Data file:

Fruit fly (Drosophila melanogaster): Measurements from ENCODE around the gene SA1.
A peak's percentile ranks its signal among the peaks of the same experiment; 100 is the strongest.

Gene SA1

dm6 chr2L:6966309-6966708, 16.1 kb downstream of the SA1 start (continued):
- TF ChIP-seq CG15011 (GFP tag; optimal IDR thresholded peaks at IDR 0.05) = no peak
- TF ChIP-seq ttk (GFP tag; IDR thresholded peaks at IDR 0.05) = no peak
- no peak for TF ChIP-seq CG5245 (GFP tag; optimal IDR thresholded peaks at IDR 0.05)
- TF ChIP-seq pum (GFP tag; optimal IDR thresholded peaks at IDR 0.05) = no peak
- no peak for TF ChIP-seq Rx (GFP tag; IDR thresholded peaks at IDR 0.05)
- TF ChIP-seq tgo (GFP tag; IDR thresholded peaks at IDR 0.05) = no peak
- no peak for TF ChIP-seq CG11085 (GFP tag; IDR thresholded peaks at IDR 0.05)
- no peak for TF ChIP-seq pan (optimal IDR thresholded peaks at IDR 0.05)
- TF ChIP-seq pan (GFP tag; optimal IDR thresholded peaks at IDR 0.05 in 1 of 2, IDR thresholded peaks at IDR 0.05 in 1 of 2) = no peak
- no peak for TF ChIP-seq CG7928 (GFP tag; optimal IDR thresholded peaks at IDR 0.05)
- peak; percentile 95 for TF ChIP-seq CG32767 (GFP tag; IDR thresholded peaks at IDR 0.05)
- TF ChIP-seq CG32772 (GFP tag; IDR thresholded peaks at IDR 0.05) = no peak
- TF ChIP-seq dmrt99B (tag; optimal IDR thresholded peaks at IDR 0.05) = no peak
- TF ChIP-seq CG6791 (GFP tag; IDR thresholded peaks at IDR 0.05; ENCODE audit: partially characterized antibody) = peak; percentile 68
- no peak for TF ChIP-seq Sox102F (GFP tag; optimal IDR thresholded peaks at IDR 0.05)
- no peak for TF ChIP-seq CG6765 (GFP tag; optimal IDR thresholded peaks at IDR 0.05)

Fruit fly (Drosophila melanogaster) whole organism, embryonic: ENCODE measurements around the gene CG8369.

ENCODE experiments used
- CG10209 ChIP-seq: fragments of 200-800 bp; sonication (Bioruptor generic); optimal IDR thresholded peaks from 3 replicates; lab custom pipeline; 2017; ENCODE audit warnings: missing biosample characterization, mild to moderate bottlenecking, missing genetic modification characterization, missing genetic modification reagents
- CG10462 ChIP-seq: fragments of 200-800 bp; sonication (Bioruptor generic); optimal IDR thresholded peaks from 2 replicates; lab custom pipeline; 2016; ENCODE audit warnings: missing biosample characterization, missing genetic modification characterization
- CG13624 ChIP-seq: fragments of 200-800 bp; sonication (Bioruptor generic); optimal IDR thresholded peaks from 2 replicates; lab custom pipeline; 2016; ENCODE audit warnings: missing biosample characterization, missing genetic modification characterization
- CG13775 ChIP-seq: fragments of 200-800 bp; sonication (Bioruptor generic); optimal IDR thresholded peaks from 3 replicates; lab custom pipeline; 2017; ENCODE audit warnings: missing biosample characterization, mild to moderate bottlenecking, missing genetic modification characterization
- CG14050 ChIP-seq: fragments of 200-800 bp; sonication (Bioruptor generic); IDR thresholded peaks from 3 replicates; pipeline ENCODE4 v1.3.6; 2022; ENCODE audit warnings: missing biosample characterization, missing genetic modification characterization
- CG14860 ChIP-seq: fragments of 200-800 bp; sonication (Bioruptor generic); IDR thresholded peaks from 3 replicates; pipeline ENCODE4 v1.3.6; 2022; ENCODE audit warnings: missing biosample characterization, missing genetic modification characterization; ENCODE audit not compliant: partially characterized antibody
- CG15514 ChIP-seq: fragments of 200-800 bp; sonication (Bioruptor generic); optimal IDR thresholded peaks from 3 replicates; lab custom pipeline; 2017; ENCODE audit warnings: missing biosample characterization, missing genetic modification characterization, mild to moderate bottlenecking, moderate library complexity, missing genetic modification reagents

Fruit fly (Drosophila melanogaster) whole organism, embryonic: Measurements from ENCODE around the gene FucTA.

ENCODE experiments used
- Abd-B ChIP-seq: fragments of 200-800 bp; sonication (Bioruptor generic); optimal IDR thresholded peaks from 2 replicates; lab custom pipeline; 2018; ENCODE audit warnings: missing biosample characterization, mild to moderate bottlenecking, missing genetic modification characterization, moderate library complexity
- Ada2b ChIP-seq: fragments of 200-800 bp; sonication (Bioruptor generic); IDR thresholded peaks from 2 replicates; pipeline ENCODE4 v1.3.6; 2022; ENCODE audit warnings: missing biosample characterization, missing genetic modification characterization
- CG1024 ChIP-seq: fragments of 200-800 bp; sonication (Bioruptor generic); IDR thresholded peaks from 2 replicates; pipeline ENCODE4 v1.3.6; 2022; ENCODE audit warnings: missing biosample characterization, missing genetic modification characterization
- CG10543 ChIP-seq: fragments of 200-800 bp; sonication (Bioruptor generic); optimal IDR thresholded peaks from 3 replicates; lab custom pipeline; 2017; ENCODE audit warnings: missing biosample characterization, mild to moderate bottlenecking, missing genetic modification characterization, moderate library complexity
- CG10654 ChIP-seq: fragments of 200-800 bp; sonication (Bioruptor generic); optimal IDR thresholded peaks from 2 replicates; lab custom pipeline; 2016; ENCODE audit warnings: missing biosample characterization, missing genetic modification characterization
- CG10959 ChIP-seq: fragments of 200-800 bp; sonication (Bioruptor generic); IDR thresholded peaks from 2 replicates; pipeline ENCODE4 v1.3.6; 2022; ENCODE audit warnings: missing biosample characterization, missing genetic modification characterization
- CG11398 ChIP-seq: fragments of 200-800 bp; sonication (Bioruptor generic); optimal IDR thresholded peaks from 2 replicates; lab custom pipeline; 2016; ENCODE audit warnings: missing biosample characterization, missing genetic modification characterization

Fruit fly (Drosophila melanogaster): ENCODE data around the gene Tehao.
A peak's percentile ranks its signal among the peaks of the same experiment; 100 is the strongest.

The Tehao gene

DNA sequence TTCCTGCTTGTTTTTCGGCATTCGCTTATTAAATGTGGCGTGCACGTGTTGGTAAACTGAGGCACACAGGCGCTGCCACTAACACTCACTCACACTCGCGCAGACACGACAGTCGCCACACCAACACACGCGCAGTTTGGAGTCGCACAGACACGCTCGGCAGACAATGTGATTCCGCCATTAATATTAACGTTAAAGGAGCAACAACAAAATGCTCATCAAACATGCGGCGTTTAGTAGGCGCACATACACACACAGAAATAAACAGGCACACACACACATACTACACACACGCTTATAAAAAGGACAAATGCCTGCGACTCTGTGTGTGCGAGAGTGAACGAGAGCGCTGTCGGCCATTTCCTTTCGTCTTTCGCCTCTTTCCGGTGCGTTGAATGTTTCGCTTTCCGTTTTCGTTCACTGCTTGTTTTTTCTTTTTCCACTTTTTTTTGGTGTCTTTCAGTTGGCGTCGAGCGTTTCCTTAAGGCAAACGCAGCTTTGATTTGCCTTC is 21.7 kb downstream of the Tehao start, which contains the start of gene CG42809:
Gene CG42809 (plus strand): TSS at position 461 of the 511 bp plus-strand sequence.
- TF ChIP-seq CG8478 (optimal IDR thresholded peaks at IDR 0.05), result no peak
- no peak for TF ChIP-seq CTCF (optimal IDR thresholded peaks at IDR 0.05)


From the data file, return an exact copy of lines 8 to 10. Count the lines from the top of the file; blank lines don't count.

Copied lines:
- TF ChIP-seq pum (GFP tag; optimal IDR thresholded peaks at IDR 0.05) = no peak
- no peak for TF ChIP-seq Rx (GFP tag; IDR thresholded peaks at IDR 0.05)
- TF ChIP-seq tgo (GFP tag; IDR thresholded peaks at IDR 0.05) = no peak